Frontiers of hormone research | 2019

Hyponatremia Is Linked to Bone Loss, Osteoporosis, Fragility and Bone Fractures.



Chronic hyponatremia may not cause overt symptoms, and therefore frequently remains untreated. More recently, growing evidence indicate that this condition is not benign, and can lead to unsteady gait, deterioration of bone mass and strength, increased fragility, and increased all-cause mortality. We provided the first evidence for hyponatremia-induced osteoporosis based on markedly reduced bone mineral density and bone structural changes in hyponatremic rats, which is an experimental model of the syndrome of inappropriate antidiuresis (SIAD). These animal data were supported by results of the analysis of the National Health and Nutrition Examination Survey III dataset showing a 2.5-fold increased OR of osteoporosis in participants with serum sodium concentration [Na+] below 135 mmol/L. A subsequent cross-sectional study from Michigan analyzed data from 25,000 patients and found a strong association between the odds of osteoporosis by bone density and hyponatremia. This study pointed out that age-dependent decline in bone density may mask hyponatremia-induced bone loss. Multiple independent retrospective studies, epidemiological studies, and prospective clinical studies have since confirmed and extended our findings, reporting evidence for increased bone fractures and increased mortality in patients with hyponatremia. Cell culture studies have elucidated some of the adaptive mechanisms by which low extracellular fluid [Na+] increases osteoclast formation and bone resorbing activity, thereby liberating stored sodium from the bone matrix. Studies on older SIAD rats indicated that the damage may not be restricted to bone alone, but may involve other organs, including the heart, testis, kidney, and the brain. Finally, compelling open questions and future research directions about the effect of hyponatremia on bone are outlined.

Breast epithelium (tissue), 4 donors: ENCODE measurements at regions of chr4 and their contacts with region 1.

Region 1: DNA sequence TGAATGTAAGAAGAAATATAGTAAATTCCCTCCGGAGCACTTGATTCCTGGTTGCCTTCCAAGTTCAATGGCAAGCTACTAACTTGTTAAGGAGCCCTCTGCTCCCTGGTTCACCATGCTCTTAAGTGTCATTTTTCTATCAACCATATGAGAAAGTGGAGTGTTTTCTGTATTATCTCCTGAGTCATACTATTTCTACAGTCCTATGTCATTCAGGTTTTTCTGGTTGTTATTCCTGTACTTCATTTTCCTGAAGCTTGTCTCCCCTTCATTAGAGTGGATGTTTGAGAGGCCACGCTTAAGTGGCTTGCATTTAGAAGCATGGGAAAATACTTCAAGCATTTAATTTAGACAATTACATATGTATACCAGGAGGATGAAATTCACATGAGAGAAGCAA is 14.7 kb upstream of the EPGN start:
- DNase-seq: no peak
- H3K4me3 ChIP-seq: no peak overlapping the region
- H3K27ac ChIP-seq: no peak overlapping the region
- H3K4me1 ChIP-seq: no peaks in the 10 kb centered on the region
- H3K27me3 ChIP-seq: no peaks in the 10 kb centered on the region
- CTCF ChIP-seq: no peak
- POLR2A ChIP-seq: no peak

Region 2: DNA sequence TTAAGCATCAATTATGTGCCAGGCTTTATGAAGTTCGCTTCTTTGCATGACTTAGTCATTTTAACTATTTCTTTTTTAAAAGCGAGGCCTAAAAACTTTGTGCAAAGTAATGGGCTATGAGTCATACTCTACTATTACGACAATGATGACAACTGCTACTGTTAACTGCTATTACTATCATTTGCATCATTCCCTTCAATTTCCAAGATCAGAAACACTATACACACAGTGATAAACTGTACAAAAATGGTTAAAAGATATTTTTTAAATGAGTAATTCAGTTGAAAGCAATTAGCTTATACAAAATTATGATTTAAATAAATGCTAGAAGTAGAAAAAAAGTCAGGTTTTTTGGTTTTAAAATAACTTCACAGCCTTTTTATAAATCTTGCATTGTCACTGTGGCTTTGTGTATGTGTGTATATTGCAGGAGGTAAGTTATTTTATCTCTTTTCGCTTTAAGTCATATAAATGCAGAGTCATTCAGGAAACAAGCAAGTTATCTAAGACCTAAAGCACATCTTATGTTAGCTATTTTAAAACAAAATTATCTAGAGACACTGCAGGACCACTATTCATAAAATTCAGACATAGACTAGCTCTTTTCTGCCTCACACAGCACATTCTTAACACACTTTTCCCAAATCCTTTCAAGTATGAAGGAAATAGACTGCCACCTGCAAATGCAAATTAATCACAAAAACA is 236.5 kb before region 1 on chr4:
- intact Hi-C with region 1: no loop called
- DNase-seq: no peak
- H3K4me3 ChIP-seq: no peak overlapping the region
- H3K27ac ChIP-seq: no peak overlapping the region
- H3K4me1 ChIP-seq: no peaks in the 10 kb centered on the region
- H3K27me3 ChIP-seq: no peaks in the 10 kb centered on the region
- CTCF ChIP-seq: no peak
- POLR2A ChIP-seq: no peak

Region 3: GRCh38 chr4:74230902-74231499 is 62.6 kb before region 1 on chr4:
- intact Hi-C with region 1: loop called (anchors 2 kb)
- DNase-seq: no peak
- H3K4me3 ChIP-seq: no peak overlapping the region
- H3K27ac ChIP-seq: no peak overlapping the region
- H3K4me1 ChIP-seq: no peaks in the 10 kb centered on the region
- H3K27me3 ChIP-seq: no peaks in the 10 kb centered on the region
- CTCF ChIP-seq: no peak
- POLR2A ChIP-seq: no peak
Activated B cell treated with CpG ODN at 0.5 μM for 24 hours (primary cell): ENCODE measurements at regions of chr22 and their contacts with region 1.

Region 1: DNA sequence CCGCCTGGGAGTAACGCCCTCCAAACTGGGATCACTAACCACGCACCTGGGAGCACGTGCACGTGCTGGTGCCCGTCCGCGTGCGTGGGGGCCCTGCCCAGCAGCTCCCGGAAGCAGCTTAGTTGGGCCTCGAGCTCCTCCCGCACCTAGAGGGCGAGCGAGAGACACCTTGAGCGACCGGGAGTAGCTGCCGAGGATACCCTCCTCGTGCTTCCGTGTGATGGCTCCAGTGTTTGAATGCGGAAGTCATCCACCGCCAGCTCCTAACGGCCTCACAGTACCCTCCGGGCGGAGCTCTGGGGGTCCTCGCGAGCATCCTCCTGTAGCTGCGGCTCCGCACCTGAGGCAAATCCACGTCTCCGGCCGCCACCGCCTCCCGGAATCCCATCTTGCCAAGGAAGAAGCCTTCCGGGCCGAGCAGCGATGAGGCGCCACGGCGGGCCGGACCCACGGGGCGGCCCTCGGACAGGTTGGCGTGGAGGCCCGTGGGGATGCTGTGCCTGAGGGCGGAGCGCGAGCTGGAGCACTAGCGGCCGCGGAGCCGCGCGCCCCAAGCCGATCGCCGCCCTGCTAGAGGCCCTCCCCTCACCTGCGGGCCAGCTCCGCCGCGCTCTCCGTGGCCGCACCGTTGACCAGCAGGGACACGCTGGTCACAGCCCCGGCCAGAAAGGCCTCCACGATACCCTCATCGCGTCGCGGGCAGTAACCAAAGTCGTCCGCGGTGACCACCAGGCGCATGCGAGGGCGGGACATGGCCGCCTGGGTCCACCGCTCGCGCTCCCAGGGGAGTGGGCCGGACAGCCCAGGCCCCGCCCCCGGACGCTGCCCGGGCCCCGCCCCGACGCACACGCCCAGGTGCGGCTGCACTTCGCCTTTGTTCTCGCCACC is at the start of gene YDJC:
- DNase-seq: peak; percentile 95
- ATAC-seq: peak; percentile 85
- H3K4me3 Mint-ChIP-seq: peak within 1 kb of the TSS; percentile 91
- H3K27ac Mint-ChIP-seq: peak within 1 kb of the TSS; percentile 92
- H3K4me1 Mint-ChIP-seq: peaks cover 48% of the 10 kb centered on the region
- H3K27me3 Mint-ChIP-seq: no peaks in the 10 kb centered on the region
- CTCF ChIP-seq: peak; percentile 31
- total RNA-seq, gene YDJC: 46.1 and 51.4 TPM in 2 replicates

Volume 52
Pages \n 49-60\n
DOI 10.1159/000493237
Language English
Journal Frontiers of hormone research

Full Text